High Res Photo of Jennifer Granick
Photo credit: Michael Sugrue
Round Two of my debate with Orin Kerr about whether the bulk collection of phone call records is regulated by the Fourth Amendment is now published on the Just Security blog. In this round, I argue that normative considerations, including those associated with bulk data collection, are explicitly part of existing Fourth Amendment jurisprudence. The 1979 case of Smith v.
A new online platform launches today called Just Security, a forum on law, rights, and U.S. national security. Just Security aims to promote principled and pragmatic solutions to the problems decision-makers face in U.S. national security law and practice. The legal analysis and policy prescriptions proposed by Just Security will provide balanced and broad perspectives currently missing in the national security dialogue.
We here at CIS are delighted to welcome Giancarlo Frosio to our team. Giancarlo is our new Intermediary Liability Fellow, studying the ways that liabilities, immunities and safe harbors for global communications platforms affect freedom of expression and innovation online. Frosio is an Italian lawyer, fluent in several languages, with an S.J.D. and an LL.M. from Duke University Law School and an LL.M. from the University of Strathclyde in the U.K.
On July 30, 2013, I had the pleasure of having dinner with General Keith Alexander, Director of the National Security Agency. Just a few weeks earlier, NYU Law Professor Christopher Sprigman and I had called the NSA’s activities “criminal” in the digital pages of the New York Times, so I thought it was particularly gracious of him to sit with me. [more]
Today, Lavabit, an email service provider that promised its customers better privacy and security than other publicly available services, shut its doors. Reading between the lines of a cryptic message posted on the site’s homepage, about six weeks ago the service was served with some kind of demand for user information, as well as a gag order preventing the company from disclosing both the details of that order as well as its very existence. Rather than cooperate, owner Ladar Levison has decided to close the doors on his 10-year-old company. In his letter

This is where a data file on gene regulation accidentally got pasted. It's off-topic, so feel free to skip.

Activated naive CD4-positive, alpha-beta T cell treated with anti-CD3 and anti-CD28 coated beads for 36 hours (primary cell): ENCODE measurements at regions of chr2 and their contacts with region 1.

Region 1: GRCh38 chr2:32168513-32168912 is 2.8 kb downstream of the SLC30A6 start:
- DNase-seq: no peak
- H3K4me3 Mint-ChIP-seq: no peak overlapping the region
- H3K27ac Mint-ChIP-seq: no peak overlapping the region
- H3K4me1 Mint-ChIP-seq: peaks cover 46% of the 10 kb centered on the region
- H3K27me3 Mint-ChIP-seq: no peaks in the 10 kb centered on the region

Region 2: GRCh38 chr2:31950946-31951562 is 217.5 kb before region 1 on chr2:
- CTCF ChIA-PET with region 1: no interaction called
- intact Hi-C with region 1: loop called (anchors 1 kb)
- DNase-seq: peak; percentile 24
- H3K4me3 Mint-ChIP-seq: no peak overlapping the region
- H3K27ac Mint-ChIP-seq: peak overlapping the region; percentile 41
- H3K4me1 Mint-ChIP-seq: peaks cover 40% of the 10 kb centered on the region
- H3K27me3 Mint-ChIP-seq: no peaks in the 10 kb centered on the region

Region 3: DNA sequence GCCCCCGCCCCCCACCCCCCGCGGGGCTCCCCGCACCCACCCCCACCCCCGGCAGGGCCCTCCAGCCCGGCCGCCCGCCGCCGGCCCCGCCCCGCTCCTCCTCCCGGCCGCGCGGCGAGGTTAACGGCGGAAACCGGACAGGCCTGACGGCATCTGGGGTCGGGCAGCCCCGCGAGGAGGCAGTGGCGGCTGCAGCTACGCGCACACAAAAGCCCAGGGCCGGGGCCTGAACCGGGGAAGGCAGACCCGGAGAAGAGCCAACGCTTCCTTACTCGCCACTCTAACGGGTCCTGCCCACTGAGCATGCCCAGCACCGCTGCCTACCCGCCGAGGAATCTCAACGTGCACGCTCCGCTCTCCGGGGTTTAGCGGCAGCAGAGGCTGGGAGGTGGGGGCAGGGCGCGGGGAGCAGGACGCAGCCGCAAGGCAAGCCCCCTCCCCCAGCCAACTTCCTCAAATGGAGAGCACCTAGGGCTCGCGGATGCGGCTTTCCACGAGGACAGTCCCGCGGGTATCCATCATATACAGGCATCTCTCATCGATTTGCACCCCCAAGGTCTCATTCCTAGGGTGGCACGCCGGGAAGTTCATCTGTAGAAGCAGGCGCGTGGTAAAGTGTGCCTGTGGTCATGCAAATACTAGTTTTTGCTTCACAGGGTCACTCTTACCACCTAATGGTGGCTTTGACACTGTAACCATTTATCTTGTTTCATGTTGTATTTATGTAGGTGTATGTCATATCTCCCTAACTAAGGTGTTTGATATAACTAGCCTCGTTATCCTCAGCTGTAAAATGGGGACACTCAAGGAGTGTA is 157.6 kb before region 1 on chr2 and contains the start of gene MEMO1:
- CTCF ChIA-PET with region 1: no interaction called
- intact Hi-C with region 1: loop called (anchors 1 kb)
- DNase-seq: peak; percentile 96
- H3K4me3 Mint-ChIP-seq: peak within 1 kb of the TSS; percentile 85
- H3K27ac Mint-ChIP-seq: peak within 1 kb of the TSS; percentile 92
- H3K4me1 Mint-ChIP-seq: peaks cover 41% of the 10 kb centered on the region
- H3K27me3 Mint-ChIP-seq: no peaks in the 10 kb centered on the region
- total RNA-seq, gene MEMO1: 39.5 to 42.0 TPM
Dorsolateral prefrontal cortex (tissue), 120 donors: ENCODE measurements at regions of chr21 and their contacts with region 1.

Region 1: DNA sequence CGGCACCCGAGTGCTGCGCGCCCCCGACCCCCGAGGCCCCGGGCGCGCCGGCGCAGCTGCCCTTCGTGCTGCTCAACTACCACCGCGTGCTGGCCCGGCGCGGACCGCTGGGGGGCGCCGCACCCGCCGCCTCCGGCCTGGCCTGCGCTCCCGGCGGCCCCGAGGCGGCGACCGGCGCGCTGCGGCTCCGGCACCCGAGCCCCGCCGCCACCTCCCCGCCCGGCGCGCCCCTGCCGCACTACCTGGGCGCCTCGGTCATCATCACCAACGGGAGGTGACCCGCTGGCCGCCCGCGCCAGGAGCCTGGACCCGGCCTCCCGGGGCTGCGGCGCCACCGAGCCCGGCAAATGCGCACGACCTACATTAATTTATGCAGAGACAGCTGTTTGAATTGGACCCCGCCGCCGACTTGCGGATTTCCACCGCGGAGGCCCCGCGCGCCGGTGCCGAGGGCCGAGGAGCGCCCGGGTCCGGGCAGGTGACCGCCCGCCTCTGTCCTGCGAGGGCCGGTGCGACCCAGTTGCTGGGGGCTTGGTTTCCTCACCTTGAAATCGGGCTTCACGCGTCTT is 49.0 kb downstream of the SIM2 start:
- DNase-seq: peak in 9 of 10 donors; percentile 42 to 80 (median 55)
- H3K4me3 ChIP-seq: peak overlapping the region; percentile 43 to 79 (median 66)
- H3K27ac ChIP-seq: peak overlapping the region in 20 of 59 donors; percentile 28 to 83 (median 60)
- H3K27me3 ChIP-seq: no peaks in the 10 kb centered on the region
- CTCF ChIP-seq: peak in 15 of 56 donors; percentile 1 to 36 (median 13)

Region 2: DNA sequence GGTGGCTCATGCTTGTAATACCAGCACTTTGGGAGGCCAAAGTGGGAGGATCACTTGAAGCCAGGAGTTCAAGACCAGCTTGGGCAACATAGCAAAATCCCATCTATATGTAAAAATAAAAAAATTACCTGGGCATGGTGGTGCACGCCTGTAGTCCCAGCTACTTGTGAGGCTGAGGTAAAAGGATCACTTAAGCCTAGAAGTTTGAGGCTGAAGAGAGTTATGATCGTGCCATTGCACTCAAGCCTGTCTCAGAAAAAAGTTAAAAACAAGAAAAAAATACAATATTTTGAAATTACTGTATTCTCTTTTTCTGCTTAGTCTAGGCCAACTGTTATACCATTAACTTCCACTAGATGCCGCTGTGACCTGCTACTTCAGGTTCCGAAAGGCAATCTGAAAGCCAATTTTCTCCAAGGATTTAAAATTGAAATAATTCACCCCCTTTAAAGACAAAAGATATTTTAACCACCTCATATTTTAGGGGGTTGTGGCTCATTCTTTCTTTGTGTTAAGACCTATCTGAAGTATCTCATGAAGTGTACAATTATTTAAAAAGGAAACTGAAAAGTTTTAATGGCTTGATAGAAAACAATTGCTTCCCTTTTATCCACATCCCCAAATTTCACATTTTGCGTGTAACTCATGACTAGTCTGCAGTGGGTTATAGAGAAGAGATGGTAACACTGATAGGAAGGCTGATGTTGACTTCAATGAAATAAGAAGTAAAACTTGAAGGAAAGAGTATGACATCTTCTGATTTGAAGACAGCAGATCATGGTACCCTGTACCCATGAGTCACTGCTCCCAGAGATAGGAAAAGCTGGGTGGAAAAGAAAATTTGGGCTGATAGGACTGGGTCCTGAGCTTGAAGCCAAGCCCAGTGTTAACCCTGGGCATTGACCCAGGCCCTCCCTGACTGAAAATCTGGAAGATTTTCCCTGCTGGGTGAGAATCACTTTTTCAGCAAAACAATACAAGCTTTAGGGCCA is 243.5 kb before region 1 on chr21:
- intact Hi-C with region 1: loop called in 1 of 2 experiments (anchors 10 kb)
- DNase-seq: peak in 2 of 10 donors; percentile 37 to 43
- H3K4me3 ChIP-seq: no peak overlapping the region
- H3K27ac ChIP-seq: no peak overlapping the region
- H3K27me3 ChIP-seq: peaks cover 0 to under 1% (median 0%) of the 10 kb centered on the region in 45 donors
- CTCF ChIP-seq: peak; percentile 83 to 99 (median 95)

Opening brief of Movants-Appellants EFF, ACLU, and Riana Pfefferkorn to the Ninth Circuit in our appeal from the district court's denial of our motion to unseal filings in a sealed case wherein the Department of Justice allegedly sought to compel Facebook to comply with a wiretap order for Facebook's end-to-end encrypted voice calling app, Messenger.
Brief of amici curiae ACLU, ACLU of Georgia, and Riana Pfefferkorn in support of appellant Victor Mobley in Mobley v. State, a Georgia Supreme Court case presenting the question of whether the Fourth Amendment requires a warrant for the seizure of digital data stored by a vehicle -- specifically, a car's event data recorder (EDR).
Reply brief in support of January 2019 objections to magistrate judge's report and recommendation.
Objections to Magistrate Judge's Report and Recommendation to deny the Petition, plus supporting documents (supporting declaration of Jennifer Granick, administrative motion, proposed orders).
"How long have you operated with that assumption?
Probably 20 years. I had an incident occur in my hotel room at Black Hat. My room was broken into, and my tech was compromised. They pulled the hard drive out of the wall safe, plugged it into my Linux laptop, booted it up off of a different drive, and then accessed files and copied it. Then they put the drive back in the safe.